The Prewar Amlux

Bruno Vijverman looks back at a time when not only were cars objects of wonder, but the buildings that housed them.

(c) Citroën

On my first trip to Tokyo, one of the must-visit locations would probably not have made much sense to the typical tourist, but it did to me, being not only a car lover but in particular a brochure collector: Toyota Amlux.

This huge flagship showroom, housed in an equally impressive building, showcased all Toyota’s cars over six floors. Each one employed a different
theme- for instance there was a floor with only SUV’s and one containing luxury cars.

It was always relatively easy to obtain brochures at car dealerships in Japan, but at Amlux – where you could not buy a car anyway, so it was devoid of nosy salesmen- you simply walked up to one of the immaculately dressed young ladies at the counter and asked for any brochure you wanted.

Your brochure was then inserted into an Amlux branded envelope and handed to you, there seemingly being no limit to the amount of brochures you could have. Naturally, I repeated this ritual shamelessly on all floors.

You will notice I speak of Amlux in the past tense, as unfortunately it was closed in 2014.

Predating Amlux by six decades was another large flagship showroom, this one from Citroën. And no, it is not the Grand Magasin on 42 Champs-Elysées (named “C42” these days). However impressive 42 Champs Elysées may be there once was an even grander one on 32-34 Rue Marbeuf, a side street off the Champs-Elysées. Its name was – granted, not very original – Garage Marbeuf.

Like Amlux, it had six floors and was large enough to show the entire range of vehicles on offer. The almost twenty meter high facade was made up of eighteen huge glass panes offering an unobstructed view of the cars and the lovely art deco cutout-shape of the floors. At first glance it may have looked like a fancy parking garage but it really was a showroom.

(c) Citroën

Of course, a building like this in a prestigious location doesn’t come cheap, which is where Maurice Bunau-Varilla came in. Bunau-Varilla was the main shareholder of one of the best known French newspapers, Le Matin. He was also one of the people who believed in André Citroën and his grand ideas to change the European car manufacturing landscape forever. He lent Citroën considerable amounts of money, becoming a shareholder in the company. In return, Citroën gave Bunau-Varilla the concession rights to open and run a dealership right in the heart of Paris.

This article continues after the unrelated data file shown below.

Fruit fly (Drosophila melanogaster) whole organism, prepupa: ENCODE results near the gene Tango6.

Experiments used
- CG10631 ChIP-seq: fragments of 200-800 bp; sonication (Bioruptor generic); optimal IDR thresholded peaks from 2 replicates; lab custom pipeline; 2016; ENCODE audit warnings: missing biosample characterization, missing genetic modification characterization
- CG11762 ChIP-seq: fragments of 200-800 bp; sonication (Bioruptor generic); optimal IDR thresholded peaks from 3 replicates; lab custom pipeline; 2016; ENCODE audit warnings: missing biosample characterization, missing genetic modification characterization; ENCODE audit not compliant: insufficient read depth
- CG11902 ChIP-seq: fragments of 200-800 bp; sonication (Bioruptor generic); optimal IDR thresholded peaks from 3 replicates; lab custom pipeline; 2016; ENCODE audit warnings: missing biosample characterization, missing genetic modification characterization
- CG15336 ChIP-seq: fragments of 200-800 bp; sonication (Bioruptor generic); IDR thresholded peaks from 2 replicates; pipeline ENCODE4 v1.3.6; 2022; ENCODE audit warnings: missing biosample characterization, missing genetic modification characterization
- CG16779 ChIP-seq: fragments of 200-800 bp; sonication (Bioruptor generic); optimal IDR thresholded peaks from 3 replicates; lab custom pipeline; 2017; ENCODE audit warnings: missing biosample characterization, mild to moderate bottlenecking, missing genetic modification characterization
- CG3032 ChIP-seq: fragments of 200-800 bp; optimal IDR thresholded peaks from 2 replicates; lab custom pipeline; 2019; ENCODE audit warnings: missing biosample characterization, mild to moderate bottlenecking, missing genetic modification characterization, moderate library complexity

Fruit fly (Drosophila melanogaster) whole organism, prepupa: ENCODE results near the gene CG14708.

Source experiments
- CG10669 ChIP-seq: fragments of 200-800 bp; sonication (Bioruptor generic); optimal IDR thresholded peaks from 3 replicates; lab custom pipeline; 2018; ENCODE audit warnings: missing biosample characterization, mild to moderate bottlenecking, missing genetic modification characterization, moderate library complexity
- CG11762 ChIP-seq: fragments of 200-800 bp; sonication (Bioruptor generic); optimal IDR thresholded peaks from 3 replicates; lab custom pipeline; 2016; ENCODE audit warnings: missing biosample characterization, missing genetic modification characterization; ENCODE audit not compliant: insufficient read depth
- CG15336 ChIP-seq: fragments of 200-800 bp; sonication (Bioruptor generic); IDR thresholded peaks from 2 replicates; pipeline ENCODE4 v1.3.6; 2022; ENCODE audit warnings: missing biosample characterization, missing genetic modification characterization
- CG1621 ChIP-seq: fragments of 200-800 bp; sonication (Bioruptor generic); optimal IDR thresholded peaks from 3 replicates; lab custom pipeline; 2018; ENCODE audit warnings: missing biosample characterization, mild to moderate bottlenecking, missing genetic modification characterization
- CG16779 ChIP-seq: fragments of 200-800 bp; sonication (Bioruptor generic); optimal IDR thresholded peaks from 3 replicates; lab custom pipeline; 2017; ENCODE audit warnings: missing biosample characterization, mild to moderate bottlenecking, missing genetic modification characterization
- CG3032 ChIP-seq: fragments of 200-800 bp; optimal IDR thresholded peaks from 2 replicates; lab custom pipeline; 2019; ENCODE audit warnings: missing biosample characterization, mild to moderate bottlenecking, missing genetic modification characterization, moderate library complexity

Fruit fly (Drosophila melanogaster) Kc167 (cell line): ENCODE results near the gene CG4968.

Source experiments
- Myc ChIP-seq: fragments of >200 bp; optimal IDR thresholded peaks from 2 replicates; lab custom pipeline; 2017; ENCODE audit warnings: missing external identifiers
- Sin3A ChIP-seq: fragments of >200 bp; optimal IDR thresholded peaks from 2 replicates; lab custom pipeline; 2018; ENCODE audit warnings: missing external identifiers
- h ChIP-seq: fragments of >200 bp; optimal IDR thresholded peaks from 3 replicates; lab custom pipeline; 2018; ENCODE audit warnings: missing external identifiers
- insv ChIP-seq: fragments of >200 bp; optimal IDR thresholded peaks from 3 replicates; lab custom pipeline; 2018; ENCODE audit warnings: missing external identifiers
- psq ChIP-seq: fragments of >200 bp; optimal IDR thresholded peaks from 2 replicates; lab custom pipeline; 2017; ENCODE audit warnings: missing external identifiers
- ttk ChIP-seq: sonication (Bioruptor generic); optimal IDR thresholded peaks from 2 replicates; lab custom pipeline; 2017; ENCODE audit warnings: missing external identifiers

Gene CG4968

Bunau-Varilla ordered the famous architect Albert Laprade and his partner Louis-Emile Bazin to design and build the new showroom. Construction was started in 1928 and the design fitted right in with the Citroën style of marketing in those heady days, perhaps most memorably expressed by the emblazoning of the Citroën name on the Eiffel Tower with over 250,000 lightbulbs.

The showroom was finished in 1929; hardly ideal timing as a worldwide recession would soon hit the world economies hard. Indeed, in 1934 Citroën went bankrupt. Not just because of the financial crisis but also because of Citroën’s rivalry with Renault and the lengthy and costly development of the Traction Avant that had crippled the company and arguably also its boss. Fortunately, Michelin stepped in and saved the company.

As a result, Garage Marbeuf was closed and converted into a combined cinema and parking garage. During the second world war the building was confiscated by the German army. After the war, Marbeuf was -like many other sites in France – worse for wear after four years of occupation. In 1952 only the cinema downstairs remained but the rest of the once magnificent building was torn down.

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Today, there is a structure with a large atrium in its place that also features a glass facade. But it is only a shadow of its former self, but much as when a beautiful painting is removed after gracing a room for decades, the outline of its frame can still be seen on the wall.

Author: brrrruno

Car brochure collector, Thai food lover, not a morning person before my first cup of coffee

8 thoughts on “The Prewar Amlux”

  1. Bravo Bruno! An excellent insight. I knew of the Amlux from a Car report by James Rupert back in the 1980’s. He too was the child in a sweet shop, grabbing brochures galore. I knew of the Champs- Elysees garage but never heard of the Marbeuf before. Amazed the occupying Germans left anything but modern building ideas seem more destructive than armies. Citroen dealerships these days appear far more lacklustre affairs. As time goes by…